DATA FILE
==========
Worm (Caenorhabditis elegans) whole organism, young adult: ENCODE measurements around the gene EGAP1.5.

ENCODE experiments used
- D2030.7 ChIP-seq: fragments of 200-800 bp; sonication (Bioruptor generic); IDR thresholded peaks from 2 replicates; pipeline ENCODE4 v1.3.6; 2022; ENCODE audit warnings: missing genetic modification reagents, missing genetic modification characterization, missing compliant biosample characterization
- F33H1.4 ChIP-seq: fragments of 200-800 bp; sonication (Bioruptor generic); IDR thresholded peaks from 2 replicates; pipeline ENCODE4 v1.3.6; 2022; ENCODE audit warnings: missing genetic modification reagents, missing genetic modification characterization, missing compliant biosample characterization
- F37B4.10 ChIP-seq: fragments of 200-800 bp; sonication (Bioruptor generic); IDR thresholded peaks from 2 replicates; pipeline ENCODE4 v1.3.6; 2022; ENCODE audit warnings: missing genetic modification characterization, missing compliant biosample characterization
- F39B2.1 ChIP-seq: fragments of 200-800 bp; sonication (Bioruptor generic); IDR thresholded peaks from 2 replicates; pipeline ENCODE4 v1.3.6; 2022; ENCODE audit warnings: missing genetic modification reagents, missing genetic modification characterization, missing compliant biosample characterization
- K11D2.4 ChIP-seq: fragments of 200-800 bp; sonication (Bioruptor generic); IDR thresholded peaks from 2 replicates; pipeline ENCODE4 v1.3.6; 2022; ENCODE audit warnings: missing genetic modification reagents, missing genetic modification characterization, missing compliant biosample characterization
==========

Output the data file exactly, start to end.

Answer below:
Worm (Caenorhabditis elegans) whole organism, young adult: ENCODE measurements around the gene EGAP1.5.

ENCODE experiments used
- D2030.7 ChIP-seq: fragments of 200-800 bp; sonication (Bioruptor generic); IDR thresholded peaks from 2 replicates; pipeline ENCODE4 v1.3.6; 2022; ENCODE audit warnings: missing genetic modification reagents, missing genetic modification characterization, missing compliant biosample characterization
- F33H1.4 ChIP-seq: fragments of 200-800 bp; sonication (Bioruptor generic); IDR thresholded peaks from 2 replicates; pipeline ENCODE4 v1.3.6; 2022; ENCODE audit warnings: missing genetic modification reagents, missing genetic modification characterization, missing compliant biosample characterization
- F37B4.10 ChIP-seq: fragments of 200-800 bp; sonication (Bioruptor generic); IDR thresholded peaks from 2 replicates; pipeline ENCODE4 v1.3.6; 2022; ENCODE audit warnings: missing genetic modification characterization, missing compliant biosample characterization
- F39B2.1 ChIP-seq: fragments of 200-800 bp; sonication (Bioruptor generic); IDR thresholded peaks from 2 replicates; pipeline ENCODE4 v1.3.6; 2022; ENCODE audit warnings: missing genetic modification reagents, missing genetic modification characterization, missing compliant biosample characterization
- K11D2.4 ChIP-seq: fragments of 200-800 bp; sonication (Bioruptor generic); IDR thresholded peaks from 2 replicates; pipeline ENCODE4 v1.3.6; 2022; ENCODE audit warnings: missing genetic modification reagents, missing genetic modification characterization, missing compliant biosample characterization